I am having some difficulty in understanding the following use of the penance strategy as a strategy to support compliance in the repeated game presented in Asheim et al. (2006). I understand penance in the following way:

Begin in the cooperative phase where both states choose compliance; if State A then defects, the other State B immediately switches to defect for all subsequent periods until and including the first period that State A reverts to compliance. After that period, State B also reverts to compliance

Now, in their work Asheim et al. state the following:

We assume that compliance in the global agreement is sustained by way of the "Penance" strategy. This strategy specifies that a participating country plays cooperate except if another participating country has been the sole deviator from Penance in the previous period, in which case defect is played.

My doubt has to do with the use of the word "sole". Specifically, following the penance strategy in a game with 3 or more players, is the punishment the same whether a single player deviates or more than one does?


1 Answer 1


I see two ways to produce histories with multi-state deviations (not including the degenerate case in which all states defect):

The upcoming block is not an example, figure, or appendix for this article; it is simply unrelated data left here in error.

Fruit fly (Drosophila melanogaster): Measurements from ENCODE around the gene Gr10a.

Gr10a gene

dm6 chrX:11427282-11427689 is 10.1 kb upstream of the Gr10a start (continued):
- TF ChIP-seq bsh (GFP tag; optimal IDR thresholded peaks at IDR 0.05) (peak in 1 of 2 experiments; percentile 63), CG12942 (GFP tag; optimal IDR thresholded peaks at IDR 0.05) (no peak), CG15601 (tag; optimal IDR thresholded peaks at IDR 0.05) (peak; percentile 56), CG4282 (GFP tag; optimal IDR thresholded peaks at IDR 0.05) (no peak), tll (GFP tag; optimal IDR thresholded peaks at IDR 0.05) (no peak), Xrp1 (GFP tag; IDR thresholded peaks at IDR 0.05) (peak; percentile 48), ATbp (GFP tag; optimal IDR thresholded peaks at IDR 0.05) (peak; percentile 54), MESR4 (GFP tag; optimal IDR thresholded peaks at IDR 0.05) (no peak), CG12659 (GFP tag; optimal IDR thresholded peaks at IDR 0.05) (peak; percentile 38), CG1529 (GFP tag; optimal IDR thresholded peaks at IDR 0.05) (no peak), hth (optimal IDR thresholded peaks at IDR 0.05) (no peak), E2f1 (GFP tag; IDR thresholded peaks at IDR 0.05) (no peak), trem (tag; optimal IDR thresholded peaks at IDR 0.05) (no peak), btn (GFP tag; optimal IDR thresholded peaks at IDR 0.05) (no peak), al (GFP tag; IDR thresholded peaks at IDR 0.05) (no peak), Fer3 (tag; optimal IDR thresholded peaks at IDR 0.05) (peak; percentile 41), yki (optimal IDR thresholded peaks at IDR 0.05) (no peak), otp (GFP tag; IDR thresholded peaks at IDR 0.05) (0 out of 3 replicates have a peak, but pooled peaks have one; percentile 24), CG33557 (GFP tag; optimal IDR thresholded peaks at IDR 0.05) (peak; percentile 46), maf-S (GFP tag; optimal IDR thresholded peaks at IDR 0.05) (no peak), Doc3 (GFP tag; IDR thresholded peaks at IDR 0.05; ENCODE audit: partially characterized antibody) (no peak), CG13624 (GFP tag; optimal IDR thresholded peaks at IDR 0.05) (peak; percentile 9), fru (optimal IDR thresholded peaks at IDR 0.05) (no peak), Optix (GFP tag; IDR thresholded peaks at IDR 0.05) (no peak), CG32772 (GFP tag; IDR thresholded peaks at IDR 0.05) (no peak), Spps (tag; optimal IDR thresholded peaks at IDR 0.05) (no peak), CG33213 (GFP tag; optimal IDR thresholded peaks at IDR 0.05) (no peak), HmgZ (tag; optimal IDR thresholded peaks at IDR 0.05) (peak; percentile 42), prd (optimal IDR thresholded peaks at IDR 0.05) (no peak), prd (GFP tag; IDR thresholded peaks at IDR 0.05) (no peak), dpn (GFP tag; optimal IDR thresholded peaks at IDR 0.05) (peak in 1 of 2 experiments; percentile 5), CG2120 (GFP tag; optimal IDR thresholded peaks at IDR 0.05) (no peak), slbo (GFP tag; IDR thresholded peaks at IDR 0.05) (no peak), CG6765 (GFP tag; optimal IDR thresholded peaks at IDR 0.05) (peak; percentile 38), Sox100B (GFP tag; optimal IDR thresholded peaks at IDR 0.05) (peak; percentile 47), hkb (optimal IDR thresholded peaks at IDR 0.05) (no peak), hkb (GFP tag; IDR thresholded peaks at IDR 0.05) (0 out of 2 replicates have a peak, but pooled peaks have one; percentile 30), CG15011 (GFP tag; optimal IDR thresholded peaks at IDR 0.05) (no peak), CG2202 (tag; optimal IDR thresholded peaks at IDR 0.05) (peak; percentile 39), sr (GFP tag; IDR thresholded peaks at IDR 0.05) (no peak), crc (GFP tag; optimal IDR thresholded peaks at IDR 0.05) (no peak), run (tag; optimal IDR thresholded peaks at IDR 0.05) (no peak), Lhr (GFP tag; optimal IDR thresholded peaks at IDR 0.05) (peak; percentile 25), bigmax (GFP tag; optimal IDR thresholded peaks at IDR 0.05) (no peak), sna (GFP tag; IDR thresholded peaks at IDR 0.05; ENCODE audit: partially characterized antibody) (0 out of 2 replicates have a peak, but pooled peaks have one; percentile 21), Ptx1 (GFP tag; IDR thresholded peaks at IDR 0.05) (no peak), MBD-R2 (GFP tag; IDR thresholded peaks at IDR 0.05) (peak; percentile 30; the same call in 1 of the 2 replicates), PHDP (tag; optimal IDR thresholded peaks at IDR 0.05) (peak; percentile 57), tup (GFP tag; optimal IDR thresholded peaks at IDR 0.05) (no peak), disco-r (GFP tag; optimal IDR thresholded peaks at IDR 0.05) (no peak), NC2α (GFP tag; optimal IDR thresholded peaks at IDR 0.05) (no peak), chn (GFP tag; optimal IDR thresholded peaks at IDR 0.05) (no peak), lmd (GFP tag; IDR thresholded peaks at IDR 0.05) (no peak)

1. Multiple states defect in different periods. This possibility is ruled out so long as Equation 3 (the necessary and sufficient condition for unilateral defection at time $t-1$ to be punished by all other states at time $t$) is satisfied - in that case, only one state can ever defect at a time because all other states have credibly committed to Penance.
  2. Multiple states defect in the same period. There are two obvious ways this can happen: 1) regional agreements are in effect and one of the regions is punishing a defection. Equation 7 gives the conditions required for both regions to revert to Regional Penance in the following period, so this case isn't interesting.

The other way to have multiple states defect in the same period is the interesting case. It implies collusion between a subset of states. This reduces to the Regional Penance case if the subset is equal to half the states. If it isn't, Footnote 10 explains that such an arrangement is not weakly renegotiation-proof. This makes sense, as collusion implies that (Regional) Penance is not, in fact, subgame perfect.


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